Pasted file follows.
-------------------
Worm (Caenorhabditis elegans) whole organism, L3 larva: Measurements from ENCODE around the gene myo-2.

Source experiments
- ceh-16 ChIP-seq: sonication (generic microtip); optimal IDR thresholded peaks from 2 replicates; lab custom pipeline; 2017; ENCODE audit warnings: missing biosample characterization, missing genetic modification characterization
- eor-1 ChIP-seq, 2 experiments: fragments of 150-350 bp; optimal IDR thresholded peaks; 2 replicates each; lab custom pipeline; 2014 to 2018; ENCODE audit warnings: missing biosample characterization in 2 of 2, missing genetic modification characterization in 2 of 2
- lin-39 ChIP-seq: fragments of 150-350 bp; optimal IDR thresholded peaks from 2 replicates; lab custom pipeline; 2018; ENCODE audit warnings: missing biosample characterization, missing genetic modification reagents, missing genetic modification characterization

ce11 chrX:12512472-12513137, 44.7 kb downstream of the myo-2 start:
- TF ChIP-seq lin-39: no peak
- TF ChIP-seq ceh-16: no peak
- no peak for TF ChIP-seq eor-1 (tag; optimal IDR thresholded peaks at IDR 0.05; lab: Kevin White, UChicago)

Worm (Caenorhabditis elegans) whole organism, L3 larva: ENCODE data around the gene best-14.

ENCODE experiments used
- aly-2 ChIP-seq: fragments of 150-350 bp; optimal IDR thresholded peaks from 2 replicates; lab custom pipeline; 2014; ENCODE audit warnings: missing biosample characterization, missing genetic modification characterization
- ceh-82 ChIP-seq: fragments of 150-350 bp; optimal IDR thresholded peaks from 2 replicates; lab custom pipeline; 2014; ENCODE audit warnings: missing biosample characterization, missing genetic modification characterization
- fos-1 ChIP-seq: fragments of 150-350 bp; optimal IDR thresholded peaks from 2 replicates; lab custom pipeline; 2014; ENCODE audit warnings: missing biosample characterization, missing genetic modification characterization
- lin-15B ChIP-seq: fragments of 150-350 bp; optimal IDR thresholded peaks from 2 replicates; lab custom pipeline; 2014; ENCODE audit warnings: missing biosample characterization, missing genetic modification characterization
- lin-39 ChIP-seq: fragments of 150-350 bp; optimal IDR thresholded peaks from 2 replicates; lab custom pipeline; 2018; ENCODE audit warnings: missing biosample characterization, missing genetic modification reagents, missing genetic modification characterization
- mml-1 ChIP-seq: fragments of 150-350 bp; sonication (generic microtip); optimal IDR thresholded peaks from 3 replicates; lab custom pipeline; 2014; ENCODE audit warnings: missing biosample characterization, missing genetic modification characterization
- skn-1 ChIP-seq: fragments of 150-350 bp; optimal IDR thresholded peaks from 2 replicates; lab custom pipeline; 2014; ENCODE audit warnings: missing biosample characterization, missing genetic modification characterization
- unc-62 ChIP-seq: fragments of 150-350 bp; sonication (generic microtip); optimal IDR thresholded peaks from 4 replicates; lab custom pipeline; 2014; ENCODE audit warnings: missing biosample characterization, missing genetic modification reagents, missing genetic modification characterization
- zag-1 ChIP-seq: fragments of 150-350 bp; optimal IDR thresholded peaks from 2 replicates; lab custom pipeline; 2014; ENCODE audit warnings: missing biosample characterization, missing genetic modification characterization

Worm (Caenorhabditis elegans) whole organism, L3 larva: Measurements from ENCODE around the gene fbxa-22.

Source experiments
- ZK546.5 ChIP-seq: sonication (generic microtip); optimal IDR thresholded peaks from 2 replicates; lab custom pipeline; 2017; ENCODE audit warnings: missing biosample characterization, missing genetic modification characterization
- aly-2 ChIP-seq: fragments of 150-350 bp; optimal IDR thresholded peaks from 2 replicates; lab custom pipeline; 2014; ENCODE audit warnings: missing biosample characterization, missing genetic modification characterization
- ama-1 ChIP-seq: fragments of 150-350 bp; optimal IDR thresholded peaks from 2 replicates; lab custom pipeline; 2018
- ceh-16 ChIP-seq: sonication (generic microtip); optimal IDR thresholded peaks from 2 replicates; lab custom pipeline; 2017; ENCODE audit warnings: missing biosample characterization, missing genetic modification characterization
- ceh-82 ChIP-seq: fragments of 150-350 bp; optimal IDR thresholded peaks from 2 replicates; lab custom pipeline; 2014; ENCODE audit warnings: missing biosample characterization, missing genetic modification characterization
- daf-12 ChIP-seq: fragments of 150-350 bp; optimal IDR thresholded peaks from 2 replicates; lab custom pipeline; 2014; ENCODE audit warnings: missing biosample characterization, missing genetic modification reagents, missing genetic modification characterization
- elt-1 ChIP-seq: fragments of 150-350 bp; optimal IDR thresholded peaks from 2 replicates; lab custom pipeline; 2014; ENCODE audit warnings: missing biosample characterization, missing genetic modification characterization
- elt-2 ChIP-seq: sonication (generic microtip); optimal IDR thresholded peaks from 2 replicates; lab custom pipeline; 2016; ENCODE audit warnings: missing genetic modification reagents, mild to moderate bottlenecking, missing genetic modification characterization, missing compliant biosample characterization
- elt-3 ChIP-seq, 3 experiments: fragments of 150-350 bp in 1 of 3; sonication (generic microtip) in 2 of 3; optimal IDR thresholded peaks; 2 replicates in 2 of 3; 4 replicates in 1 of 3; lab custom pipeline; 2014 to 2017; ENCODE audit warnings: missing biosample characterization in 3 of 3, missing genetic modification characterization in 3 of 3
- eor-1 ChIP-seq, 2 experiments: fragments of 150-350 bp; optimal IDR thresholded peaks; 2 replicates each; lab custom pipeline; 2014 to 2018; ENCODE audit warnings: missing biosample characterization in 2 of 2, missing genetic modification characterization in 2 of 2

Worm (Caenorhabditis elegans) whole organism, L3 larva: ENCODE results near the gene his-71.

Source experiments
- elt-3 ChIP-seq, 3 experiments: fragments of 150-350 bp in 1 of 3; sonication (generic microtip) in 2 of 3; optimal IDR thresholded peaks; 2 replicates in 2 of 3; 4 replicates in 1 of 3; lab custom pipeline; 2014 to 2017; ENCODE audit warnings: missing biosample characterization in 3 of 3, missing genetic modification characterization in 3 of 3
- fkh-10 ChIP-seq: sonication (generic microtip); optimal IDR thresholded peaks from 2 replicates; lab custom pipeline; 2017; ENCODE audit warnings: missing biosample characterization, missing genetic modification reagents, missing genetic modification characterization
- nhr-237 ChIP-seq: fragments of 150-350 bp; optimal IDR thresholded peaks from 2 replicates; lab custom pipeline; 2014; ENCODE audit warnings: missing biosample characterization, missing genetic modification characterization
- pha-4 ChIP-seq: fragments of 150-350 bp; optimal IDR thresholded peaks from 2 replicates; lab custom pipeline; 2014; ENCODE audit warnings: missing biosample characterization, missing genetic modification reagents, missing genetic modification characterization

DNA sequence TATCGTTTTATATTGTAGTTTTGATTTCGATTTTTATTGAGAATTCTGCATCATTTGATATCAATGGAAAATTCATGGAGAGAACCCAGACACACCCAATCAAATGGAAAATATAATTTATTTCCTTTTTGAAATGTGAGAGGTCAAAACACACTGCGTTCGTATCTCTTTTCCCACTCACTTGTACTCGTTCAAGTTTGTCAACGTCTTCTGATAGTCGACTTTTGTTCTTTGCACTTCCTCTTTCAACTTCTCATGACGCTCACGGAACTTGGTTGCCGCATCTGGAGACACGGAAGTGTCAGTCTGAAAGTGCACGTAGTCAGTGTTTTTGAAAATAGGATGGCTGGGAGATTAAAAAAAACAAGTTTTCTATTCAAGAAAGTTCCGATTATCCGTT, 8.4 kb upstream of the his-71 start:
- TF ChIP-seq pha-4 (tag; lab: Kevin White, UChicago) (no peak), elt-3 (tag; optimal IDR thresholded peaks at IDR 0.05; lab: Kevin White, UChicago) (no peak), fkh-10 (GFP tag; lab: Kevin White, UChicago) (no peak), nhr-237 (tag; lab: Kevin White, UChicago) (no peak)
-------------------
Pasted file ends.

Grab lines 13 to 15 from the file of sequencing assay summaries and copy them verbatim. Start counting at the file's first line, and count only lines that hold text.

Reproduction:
- ceh-82 ChIP-seq: fragments of 150-350 bp; optimal IDR thresholded peaks from 2 replicates; lab custom pipeline; 2014; ENCODE audit warnings: missing biosample characterization, missing genetic modification characterization
- fos-1 ChIP-seq: fragments of 150-350 bp; optimal IDR thresholded peaks from 2 replicates; lab custom pipeline; 2014; ENCODE audit warnings: missing biosample characterization, missing genetic modification characterization
- lin-15B ChIP-seq: fragments of 150-350 bp; optimal IDR thresholded peaks from 2 replicates; lab custom pipeline; 2014; ENCODE audit warnings: missing biosample characterization, missing genetic modification characterization